Of all parts of hardware that NASA has sent to Mars, we do not hear about the Mars Reconnaissance Orbiter almost as much as we would like. It's an incredible machine that has dramatically survived its original mission timeline and continues to convey important red planet information thanks to its series of cameras and high-tech sensors.
The spacecraft's primary mission was expected to be only two years, but it has already spent 13 years in orbit around Mars, and it seems to continue the impressive route well into the future. In a new blog post, NASA's Jet Propulsion Laboratory reveals that MRO just nailed an incredible milestone: 60,000 trips around Mars.
Data collected by MRO has resulted in new insights into the planet's effects, and during its time in circulation it has seen a trio of brand new missions land on the Mars surface. NASA uses orbits to support these missions, making it the ultimate multitasker.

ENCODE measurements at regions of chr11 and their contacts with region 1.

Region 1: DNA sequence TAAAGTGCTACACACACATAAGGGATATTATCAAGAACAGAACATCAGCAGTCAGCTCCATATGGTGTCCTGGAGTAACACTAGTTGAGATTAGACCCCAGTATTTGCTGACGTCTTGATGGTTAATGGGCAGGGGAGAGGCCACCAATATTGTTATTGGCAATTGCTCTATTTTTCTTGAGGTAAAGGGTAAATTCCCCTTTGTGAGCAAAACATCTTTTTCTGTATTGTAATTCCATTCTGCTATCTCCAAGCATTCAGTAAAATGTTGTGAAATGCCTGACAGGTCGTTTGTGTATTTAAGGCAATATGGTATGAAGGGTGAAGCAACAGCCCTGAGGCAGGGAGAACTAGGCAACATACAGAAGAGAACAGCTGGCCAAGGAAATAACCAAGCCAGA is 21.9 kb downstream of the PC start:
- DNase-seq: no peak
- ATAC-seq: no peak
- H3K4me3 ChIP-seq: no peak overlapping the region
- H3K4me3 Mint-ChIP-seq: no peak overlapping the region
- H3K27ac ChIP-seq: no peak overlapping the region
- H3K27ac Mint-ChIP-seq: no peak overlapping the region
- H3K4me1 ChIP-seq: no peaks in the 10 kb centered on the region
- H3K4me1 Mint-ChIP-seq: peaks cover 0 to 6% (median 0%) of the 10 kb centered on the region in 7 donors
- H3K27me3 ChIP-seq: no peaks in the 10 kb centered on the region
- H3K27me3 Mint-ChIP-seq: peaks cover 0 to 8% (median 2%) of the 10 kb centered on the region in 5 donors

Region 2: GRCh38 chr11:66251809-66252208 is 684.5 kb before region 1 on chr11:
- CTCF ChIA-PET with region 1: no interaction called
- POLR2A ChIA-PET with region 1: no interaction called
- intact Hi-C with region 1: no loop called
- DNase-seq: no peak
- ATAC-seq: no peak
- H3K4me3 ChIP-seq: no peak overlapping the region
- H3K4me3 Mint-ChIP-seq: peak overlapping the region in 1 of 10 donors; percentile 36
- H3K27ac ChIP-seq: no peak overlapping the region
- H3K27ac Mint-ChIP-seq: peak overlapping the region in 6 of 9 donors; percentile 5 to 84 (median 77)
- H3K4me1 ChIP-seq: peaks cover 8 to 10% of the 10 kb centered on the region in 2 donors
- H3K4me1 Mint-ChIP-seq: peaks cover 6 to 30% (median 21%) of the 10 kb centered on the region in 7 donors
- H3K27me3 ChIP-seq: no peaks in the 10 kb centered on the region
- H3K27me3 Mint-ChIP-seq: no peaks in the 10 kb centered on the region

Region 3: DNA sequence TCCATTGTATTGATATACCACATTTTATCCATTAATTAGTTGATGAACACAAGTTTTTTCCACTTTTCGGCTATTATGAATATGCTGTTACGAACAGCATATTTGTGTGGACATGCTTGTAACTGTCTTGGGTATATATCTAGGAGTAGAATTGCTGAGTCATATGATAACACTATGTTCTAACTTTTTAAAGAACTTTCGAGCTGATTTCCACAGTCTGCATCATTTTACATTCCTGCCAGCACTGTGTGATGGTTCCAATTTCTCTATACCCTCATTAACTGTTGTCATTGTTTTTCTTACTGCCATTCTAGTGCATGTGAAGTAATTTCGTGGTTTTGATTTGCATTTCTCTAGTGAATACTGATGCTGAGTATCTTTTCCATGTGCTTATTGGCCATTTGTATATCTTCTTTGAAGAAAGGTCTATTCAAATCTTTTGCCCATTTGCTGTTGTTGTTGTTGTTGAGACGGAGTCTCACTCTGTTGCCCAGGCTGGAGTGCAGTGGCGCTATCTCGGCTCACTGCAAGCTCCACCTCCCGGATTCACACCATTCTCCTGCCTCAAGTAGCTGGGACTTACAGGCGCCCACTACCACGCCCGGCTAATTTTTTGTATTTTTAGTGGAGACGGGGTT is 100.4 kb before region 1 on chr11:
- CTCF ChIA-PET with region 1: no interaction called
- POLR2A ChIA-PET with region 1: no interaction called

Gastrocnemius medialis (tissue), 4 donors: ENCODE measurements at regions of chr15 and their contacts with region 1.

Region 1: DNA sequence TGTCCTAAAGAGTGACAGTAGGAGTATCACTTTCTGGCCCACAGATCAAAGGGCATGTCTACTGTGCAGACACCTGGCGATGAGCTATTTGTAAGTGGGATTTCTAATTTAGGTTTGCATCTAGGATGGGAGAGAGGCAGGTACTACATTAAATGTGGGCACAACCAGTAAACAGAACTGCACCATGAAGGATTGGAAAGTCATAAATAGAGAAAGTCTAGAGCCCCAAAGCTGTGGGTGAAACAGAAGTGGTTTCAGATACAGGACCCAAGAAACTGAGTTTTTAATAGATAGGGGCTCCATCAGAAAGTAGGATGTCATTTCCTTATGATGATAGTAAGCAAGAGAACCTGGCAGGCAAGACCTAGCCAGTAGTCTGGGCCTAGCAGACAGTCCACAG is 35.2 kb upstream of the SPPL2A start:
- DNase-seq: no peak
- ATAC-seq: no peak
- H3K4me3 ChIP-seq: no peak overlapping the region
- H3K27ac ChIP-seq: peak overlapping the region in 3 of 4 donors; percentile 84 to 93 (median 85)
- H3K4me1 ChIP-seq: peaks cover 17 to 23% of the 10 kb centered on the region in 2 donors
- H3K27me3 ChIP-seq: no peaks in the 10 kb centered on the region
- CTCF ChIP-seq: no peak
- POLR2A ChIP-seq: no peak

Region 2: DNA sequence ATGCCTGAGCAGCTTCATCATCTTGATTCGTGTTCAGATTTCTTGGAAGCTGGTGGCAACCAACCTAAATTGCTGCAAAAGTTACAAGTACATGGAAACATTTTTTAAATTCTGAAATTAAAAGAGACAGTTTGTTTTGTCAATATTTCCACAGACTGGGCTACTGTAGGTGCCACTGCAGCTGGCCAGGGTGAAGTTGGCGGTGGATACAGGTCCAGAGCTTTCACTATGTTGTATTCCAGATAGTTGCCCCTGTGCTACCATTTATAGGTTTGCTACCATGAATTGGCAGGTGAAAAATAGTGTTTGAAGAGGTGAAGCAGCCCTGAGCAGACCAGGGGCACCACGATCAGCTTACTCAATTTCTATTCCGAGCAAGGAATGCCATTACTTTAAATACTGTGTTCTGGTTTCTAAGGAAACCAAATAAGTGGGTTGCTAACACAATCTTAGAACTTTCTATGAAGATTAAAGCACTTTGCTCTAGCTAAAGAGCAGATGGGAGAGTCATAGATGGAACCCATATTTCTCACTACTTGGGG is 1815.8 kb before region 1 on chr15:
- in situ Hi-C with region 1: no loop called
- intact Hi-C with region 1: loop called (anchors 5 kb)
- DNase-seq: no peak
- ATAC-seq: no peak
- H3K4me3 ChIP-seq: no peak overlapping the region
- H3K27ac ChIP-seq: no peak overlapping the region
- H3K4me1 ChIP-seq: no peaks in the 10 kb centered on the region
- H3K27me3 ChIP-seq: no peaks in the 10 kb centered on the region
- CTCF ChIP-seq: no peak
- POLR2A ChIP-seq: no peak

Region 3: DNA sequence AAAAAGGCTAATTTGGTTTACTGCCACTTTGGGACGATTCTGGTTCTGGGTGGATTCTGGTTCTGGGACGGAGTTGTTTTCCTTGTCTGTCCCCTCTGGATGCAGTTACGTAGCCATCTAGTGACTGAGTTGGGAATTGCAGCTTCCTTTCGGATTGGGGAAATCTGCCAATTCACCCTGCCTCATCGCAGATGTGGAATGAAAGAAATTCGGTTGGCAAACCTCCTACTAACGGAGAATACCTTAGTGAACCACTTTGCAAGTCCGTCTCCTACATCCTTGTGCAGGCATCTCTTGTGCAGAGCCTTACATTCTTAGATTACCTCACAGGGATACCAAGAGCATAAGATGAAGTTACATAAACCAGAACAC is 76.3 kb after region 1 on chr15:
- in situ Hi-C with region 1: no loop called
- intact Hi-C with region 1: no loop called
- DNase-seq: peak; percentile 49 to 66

"MRO has given researchers and the public a new perspective on Mars," says JPL Dan Johnston in a statement. "We have also supported NASA's sleek Mars mission so they can send their pictures and discoveries back to Earth scientists."
The MRO's HiRISE imaging system is probably the best known tool it has at its disposal. HiRISE has returned beautiful looks on the planet's surface and revealed things about the planet's geography and weather that would otherwise have been unknown. New clues about Mars remaining water and the surface water's history on the planet have been part of MRO's mission since its inception.
60,000 trips around a planet are pretty good, but MRO is not even close to being finished. Based on its fuel consumption, NASA believes the spacecraft will continue to perform well in the 2020s, and if it does, it can get enough fuel left to pick it up in the 2030s.